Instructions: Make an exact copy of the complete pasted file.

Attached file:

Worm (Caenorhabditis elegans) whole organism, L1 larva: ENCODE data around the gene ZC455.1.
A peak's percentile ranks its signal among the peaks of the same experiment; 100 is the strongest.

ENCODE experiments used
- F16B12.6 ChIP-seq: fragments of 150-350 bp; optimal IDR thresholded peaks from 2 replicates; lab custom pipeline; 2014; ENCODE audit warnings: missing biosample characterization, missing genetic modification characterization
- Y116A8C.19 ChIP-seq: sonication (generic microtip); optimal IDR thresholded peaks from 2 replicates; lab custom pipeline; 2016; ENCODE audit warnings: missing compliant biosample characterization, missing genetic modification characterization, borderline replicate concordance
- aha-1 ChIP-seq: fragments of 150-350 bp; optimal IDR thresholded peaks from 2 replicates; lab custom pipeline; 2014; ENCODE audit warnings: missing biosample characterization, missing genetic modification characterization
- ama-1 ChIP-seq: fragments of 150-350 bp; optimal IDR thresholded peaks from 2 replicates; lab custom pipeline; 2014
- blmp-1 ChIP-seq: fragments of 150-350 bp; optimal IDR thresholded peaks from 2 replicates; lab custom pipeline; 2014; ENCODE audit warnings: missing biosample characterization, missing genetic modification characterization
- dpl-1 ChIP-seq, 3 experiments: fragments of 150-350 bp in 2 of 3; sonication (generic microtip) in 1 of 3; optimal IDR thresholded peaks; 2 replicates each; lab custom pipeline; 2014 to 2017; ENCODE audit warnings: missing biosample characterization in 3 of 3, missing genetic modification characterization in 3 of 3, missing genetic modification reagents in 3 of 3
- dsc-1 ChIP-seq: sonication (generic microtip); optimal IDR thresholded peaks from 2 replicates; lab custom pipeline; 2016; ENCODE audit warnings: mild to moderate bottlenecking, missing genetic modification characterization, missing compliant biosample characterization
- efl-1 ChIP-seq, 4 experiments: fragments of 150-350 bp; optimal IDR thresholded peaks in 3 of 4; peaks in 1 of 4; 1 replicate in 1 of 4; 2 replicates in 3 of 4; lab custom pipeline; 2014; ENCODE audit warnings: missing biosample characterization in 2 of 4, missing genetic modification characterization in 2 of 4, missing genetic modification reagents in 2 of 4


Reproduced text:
Worm (Caenorhabditis elegans) whole organism, L1 larva: ENCODE data around the gene ZC455.1.
A peak's percentile ranks its signal among the peaks of the same experiment; 100 is the strongest.

ENCODE experiments used
- F16B12.6 ChIP-seq: fragments of 150-350 bp; optimal IDR thresholded peaks from 2 replicates; lab custom pipeline; 2014; ENCODE audit warnings: missing biosample characterization, missing genetic modification characterization
- Y116A8C.19 ChIP-seq: sonication (generic microtip); optimal IDR thresholded peaks from 2 replicates; lab custom pipeline; 2016; ENCODE audit warnings: missing compliant biosample characterization, missing genetic modification characterization, borderline replicate concordance
- aha-1 ChIP-seq: fragments of 150-350 bp; optimal IDR thresholded peaks from 2 replicates; lab custom pipeline; 2014; ENCODE audit warnings: missing biosample characterization, missing genetic modification characterization
- ama-1 ChIP-seq: fragments of 150-350 bp; optimal IDR thresholded peaks from 2 replicates; lab custom pipeline; 2014
- blmp-1 ChIP-seq: fragments of 150-350 bp; optimal IDR thresholded peaks from 2 replicates; lab custom pipeline; 2014; ENCODE audit warnings: missing biosample characterization, missing genetic modification characterization
- dpl-1 ChIP-seq, 3 experiments: fragments of 150-350 bp in 2 of 3; sonication (generic microtip) in 1 of 3; optimal IDR thresholded peaks; 2 replicates each; lab custom pipeline; 2014 to 2017; ENCODE audit warnings: missing biosample characterization in 3 of 3, missing genetic modification characterization in 3 of 3, missing genetic modification reagents in 3 of 3
- dsc-1 ChIP-seq: sonication (generic microtip); optimal IDR thresholded peaks from 2 replicates; lab custom pipeline; 2016; ENCODE audit warnings: mild to moderate bottlenecking, missing genetic modification characterization, missing compliant biosample characterization
- efl-1 ChIP-seq, 4 experiments: fragments of 150-350 bp; optimal IDR thresholded peaks in 3 of 4; peaks in 1 of 4; 1 replicate in 1 of 4; 2 replicates in 3 of 4; lab custom pipeline; 2014; ENCODE audit warnings: missing biosample characterization in 2 of 4, missing genetic modification characterization in 2 of 4, missing genetic modification reagents in 2 of 4